December Puzzle

Discussion in 'General' started by The Puzzler, Dec 5, 2008.

  1. The Puzzler

    The Puzzler Member

    The Puzzler thanks Karl Brand for his meteor question. The two impact craters are the Weaubleau Structure, which was crossed by the Clinton and Osceola Subs. The Steelville Structure was crossed by the Salem Br.

    The December Question

    Section Foreman Raymond L. Rhodes prepared his motor car for his daily inspection trip. He inspected his track car and found all to be in order. He made certain that the required number of fusees, torpedoes, and flags were on board the car. He stopped by the Newburg, Mo depot, and received a Train Line Up Form from the agent. He read the line up, and made a mental note of where and when he might meet trains. The coming of the diesel locomotive eliminated the smoke plumes that made trains more visible to men traveling on motor cars. Before setting the car, on the mainline, Ray went back into the tool house and grabbed a couple of extra light bulbs. He set the car on the track, he started the car, and began his inspection trip.
    Why did he grab the light bulbs?

    The Puzzler will be away during the first part of January, so there won't be a January question.

    Merry Christmas and Happy New Year to all.
    The Puzzler
  2. Posibluly for signals along the way. Or maybe for night time motor car use? Just some ideas to throw out,
    Murphy Millican:cool:
    Last edited by a moderator: Dec 6, 2008
  3. w3hodoug (Doug Hughes RIP 03/24/2021)

    w3hodoug (Doug Hughes RIP 03/24/2021) 2008 Engineer of the Year Supporter

    My guess - with two leads on the bulb to check voltage between rails at the start of the next block - if no voltage, an oncoming train has shorted the block - but the block signals would also indicate this - probably a bad guess. Doug
  4. Karl

    Karl 2008 Engineer of the Year Supporter

    Thanks for the clue, Doug. I think that I have figured this one out. I have been looking through my photos to find an example that would answer this question, but thus far, I have been unsuccessful. Perhaps someone else has a picture.

    Operating a motorcar over a busy subdivision was like playing on the freeway. Given their light weight, motorcars would not always shunt the track circuit, so they were insulated so they would never shunt a track circuit. In other words, track cars wouldn’t activate track-side signals or highway crossing signals. Track cars were not assigned rights; it was up to the operator to stay out of the way trains and other motorcars. See Rules 229 and 230 from the Rules for Maintenance of Way and Structures and Rule 726 from the Rules of the Transportation Department.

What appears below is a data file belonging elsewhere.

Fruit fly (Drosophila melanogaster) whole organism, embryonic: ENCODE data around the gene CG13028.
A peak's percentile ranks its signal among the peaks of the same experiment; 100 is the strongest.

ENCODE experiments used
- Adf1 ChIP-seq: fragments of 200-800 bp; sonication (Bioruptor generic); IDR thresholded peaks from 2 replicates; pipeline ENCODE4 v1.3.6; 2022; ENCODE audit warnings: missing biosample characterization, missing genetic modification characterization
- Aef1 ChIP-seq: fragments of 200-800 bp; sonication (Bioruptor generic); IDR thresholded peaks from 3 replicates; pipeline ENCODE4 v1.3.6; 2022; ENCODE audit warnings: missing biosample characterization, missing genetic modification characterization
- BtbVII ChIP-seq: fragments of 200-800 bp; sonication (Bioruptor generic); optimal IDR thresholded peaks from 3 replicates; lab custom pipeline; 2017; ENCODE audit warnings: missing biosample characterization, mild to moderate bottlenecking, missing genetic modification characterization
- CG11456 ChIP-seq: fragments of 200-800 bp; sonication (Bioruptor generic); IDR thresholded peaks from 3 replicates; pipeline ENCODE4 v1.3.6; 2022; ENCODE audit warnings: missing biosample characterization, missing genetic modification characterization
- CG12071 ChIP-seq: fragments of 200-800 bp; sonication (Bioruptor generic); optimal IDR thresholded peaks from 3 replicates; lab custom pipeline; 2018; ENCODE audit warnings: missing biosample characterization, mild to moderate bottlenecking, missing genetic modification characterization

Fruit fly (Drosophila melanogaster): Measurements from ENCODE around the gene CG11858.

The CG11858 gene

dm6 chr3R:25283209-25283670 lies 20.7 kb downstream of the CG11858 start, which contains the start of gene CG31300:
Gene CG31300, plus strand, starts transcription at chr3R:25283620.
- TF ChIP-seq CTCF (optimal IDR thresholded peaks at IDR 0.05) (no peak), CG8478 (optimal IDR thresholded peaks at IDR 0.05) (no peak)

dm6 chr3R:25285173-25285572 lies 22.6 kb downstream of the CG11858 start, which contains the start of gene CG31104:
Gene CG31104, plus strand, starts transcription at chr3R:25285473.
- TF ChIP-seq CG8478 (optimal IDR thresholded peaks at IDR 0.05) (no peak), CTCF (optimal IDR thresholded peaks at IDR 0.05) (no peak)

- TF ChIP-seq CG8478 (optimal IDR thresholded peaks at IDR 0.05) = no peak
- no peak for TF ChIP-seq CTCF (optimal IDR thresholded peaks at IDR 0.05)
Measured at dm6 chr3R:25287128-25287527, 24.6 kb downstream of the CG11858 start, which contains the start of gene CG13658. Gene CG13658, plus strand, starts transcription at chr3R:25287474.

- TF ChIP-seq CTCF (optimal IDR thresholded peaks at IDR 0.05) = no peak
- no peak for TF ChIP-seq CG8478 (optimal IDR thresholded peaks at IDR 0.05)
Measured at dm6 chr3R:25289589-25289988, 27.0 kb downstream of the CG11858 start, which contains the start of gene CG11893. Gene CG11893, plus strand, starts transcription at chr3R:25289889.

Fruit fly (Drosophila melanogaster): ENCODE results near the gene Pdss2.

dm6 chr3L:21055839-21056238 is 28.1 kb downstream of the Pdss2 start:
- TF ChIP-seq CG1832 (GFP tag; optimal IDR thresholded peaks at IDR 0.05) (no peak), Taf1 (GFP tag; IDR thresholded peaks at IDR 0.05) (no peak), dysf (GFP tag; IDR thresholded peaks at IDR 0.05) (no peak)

Before placing a car on the track, the operator had to have a lineup sheet, which stated the location and time of trains. See attached example from the Rule Book. Using the line-up sheet with the timetable, the operator should be able to avoid trains. Operators still had to exercise caution with regard to other motorcars as well as extra trains, which may have originated after the line-up sheet was written.

    Trackside signals were helpful, but they didn’t always provide an absolute notion of if a train was in the circuit. To improve safety, the Frisco utilized two types of block indicators.

    In ABS territory, the Frisco used a round, gauge-like indicator. The yellow indicator case had a glass-covered opening through which a small metal semaphore could be seen. A horizontal blade meant that the block was occupied; a vertical blade meant that the block was clear. The indicator usually sat on the “shoulder” of a relay box, and a motorcar setoff was nearby.

    In CTC territory, a small white lamp was mounted on the mast of a relay box. The lamp had a black, rectangular shield that helped to make the light more visible on sunny days. When the light was on, the block was clear, when the light was dark, the block was occupied. A motorcar setoff was nearby.

    Therefore, I believe that this is the answer to the Puzzler’s question. Operators carried extra light bulbs so that if they came across a dark block indicator, they could replace the original bulb with a new one to see if the old one was burned-out. If the new bulb stayed dark, it was time to get the motorcar off the track.

    The Book of Rules had special provisions for lightly traveled lines. In these cases, the train would receive train orders to help let “others” know about the train’s location. In the example of the Highline May 31, 1978 Line-up sheet, Train 1310 most likely received a Form “E” Time order or wait order that matched the line-up sheet. It would look something similar to the August 25, 1976 Clinton Sub order.

    These days off-track equipment occupies the track by virtue of a warrant, and safety is much improved..

    Attached Files:

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